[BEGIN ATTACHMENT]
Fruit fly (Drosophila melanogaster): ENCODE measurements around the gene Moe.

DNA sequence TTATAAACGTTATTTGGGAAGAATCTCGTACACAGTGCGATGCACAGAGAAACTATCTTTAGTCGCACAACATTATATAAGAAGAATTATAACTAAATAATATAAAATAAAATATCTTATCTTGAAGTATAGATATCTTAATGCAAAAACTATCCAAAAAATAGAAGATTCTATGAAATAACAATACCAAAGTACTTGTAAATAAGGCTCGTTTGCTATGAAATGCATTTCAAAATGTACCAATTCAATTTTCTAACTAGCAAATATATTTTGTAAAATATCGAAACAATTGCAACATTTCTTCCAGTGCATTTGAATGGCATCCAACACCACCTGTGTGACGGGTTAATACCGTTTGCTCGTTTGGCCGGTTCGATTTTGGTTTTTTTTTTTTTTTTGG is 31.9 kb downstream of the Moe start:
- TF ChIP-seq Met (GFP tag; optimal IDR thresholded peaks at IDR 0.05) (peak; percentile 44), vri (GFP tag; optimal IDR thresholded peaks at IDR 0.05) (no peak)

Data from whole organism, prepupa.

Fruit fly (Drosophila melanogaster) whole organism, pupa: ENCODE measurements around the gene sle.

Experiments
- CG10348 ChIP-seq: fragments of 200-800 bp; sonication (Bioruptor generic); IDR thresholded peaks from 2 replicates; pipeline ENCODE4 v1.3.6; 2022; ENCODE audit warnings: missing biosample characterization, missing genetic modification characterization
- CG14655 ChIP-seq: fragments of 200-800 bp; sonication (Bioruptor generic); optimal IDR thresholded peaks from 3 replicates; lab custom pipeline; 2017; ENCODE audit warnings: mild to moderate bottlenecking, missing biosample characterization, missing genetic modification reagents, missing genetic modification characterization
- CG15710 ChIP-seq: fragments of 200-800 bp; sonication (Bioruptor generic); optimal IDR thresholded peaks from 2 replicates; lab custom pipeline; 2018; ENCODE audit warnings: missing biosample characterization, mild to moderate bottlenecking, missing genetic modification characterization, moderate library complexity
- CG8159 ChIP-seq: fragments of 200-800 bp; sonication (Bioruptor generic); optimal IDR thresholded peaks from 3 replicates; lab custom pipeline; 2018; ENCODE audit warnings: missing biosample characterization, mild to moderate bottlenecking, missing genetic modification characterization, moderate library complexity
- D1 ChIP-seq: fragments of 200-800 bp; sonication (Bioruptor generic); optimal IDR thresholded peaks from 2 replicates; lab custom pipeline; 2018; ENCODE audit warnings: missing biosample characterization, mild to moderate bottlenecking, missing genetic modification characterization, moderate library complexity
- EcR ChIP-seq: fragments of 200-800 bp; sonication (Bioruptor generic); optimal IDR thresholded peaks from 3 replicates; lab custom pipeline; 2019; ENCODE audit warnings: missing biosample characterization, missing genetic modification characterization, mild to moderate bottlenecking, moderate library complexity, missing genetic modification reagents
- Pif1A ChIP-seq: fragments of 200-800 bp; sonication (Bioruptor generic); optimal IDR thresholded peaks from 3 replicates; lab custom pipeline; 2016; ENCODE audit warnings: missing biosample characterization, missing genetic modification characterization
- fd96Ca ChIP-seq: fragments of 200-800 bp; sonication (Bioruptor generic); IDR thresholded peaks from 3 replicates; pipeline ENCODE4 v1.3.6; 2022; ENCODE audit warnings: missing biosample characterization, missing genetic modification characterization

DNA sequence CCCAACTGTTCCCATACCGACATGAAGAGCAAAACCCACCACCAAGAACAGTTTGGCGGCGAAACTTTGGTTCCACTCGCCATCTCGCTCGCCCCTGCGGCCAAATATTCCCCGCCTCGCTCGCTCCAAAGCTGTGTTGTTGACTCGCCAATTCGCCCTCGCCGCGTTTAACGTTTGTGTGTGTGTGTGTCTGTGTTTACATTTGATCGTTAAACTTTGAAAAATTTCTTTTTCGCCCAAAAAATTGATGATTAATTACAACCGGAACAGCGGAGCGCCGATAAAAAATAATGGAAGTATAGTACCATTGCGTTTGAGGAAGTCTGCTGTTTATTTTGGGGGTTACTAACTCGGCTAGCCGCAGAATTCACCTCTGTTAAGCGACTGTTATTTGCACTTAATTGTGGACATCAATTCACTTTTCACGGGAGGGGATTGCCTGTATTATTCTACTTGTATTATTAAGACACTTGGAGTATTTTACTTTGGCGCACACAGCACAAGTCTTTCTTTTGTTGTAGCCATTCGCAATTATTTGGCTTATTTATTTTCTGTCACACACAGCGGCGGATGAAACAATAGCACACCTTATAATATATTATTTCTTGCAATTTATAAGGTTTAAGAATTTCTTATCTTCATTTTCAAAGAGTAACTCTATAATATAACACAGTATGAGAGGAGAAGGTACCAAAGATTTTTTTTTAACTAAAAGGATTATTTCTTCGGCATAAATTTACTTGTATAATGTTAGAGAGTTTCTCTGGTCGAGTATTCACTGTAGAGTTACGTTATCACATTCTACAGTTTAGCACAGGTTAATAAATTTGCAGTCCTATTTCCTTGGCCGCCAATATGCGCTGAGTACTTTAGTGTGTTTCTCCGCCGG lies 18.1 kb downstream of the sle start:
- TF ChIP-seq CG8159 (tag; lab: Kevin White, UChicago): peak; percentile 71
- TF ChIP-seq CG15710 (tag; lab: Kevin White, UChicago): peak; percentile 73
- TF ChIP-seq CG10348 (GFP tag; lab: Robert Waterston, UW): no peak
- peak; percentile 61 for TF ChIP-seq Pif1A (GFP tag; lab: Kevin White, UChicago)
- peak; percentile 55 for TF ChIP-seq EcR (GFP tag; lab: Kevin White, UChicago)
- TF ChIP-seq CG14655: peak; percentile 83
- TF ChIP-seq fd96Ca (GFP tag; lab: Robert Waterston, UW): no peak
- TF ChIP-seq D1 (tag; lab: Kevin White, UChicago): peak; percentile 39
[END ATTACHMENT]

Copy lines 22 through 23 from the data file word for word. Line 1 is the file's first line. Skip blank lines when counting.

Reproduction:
- TF ChIP-seq fd96Ca (GFP tag; lab: Robert Waterston, UW): no peak
- TF ChIP-seq D1 (tag; lab: Kevin White, UChicago): peak; percentile 39